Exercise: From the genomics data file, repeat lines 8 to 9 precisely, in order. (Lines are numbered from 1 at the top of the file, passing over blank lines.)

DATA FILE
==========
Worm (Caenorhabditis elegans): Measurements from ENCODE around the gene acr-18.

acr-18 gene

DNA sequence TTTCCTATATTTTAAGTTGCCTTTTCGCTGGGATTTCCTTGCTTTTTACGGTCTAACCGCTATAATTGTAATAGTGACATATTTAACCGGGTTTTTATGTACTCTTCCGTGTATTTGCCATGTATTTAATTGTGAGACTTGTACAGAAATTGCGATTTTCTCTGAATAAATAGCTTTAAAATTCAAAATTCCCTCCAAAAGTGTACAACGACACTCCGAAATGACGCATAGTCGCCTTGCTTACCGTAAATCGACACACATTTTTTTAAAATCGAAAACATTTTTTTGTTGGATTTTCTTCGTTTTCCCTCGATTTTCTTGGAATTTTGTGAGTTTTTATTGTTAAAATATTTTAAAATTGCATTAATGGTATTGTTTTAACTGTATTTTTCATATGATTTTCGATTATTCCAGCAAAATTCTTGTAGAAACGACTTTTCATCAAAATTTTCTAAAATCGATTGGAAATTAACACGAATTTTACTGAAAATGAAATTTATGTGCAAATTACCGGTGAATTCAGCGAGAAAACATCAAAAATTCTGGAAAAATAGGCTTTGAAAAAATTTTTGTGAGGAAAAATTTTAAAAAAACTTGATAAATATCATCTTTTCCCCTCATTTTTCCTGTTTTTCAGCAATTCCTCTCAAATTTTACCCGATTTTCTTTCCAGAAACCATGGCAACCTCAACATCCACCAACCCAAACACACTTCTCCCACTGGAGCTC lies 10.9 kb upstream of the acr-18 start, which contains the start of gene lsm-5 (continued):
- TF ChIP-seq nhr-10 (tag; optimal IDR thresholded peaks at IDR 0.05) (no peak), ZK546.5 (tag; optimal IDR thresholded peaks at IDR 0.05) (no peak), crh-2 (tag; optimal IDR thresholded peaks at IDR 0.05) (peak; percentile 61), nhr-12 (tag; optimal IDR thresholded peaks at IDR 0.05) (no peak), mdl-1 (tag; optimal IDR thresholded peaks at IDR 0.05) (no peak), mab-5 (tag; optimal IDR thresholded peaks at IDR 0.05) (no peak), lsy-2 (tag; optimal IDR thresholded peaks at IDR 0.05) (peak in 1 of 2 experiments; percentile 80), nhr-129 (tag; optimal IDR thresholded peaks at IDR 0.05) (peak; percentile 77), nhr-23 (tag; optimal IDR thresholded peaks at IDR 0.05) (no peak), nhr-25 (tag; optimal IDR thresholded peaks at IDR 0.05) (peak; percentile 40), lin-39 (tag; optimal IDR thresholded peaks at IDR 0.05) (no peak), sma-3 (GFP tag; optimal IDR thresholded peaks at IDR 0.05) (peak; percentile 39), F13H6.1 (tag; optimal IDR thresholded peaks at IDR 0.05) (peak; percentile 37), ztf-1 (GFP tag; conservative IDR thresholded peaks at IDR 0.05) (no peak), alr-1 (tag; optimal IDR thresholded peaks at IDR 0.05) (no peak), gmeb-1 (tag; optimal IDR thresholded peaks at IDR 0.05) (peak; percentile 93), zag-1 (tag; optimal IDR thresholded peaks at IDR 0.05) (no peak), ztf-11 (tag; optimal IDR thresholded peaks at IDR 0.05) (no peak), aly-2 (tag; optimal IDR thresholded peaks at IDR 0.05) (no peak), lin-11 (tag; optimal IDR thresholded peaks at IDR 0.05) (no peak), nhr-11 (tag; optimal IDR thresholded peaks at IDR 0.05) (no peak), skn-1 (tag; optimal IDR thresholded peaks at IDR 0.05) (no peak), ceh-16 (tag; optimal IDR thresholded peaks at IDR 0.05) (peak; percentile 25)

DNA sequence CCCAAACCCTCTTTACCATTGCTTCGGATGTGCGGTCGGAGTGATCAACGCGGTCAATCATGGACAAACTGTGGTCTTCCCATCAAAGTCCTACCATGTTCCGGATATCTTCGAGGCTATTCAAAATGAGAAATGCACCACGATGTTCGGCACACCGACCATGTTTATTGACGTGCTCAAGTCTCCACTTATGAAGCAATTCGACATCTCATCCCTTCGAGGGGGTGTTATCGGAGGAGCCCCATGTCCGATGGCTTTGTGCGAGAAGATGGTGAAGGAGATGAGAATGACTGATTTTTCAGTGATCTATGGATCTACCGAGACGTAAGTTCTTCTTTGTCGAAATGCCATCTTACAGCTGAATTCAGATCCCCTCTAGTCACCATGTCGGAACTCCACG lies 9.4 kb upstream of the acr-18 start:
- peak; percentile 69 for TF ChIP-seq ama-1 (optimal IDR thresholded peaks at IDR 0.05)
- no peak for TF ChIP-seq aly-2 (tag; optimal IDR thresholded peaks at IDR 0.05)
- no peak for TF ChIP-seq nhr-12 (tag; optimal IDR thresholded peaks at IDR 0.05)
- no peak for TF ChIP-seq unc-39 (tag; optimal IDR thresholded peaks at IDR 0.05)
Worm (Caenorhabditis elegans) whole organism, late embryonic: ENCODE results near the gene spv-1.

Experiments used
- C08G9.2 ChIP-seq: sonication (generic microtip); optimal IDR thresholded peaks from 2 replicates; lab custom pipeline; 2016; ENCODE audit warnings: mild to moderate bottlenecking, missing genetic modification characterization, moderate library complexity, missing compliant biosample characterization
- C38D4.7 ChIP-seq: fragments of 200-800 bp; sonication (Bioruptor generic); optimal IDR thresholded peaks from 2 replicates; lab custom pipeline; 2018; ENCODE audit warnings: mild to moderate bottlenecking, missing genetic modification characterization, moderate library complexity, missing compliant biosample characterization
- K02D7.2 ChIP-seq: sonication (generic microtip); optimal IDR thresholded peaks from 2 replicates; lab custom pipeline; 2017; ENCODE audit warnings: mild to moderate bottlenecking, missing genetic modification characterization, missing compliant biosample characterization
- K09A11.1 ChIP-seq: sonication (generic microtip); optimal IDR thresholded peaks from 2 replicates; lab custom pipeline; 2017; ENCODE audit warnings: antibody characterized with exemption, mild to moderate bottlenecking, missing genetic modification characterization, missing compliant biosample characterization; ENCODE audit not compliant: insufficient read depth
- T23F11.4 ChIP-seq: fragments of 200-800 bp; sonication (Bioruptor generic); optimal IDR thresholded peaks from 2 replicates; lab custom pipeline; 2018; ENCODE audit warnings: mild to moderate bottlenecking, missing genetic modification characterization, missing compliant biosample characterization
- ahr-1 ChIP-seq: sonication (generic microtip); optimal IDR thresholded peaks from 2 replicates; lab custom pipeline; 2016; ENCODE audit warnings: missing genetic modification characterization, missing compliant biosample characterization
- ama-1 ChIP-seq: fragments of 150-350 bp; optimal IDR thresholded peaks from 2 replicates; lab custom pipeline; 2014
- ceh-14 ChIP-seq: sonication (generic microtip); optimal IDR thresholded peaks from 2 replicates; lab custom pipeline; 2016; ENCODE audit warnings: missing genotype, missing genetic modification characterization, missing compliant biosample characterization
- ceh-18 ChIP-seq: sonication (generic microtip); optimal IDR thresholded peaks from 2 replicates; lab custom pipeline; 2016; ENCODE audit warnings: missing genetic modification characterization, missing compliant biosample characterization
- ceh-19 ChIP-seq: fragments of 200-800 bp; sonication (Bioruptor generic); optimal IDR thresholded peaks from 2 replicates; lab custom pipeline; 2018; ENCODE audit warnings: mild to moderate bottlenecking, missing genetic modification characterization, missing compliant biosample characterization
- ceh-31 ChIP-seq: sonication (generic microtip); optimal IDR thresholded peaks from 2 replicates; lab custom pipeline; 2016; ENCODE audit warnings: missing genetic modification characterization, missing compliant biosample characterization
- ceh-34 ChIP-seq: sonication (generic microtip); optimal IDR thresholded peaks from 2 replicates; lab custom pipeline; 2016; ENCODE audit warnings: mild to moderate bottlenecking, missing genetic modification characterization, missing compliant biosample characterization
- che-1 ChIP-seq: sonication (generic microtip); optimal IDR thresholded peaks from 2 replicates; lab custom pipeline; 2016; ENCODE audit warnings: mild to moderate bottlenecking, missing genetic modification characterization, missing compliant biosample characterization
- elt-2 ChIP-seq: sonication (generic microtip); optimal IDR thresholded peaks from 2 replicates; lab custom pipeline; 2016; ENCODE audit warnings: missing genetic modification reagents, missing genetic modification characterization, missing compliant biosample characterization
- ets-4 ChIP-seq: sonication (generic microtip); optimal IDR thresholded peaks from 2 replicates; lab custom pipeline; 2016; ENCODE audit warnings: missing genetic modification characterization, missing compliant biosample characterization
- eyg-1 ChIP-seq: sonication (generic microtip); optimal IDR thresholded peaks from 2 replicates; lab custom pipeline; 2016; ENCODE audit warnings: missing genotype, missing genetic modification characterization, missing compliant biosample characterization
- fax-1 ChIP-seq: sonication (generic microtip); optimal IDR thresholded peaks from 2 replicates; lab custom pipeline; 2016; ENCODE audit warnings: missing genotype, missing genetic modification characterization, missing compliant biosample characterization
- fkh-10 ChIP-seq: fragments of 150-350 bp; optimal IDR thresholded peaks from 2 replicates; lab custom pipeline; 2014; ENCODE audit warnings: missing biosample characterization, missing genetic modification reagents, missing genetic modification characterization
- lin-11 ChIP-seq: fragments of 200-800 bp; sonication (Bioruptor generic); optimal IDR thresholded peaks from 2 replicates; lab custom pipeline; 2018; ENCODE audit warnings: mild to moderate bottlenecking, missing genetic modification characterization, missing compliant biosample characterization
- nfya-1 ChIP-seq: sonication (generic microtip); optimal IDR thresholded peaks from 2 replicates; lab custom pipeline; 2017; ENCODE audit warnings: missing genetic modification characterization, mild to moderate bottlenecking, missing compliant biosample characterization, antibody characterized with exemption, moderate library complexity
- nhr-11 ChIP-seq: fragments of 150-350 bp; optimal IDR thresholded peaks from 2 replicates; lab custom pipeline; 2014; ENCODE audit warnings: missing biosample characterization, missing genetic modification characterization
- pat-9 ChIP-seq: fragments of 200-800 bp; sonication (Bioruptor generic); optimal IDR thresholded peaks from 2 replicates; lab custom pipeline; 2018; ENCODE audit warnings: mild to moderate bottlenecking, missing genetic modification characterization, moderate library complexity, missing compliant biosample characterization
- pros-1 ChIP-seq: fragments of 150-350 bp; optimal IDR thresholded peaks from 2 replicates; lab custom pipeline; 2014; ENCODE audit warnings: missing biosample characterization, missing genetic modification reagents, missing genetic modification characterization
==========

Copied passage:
- no peak for TF ChIP-seq nhr-12 (tag; optimal IDR thresholded peaks at IDR 0.05)
- no peak for TF ChIP-seq unc-39 (tag; optimal IDR thresholded peaks at IDR 0.05)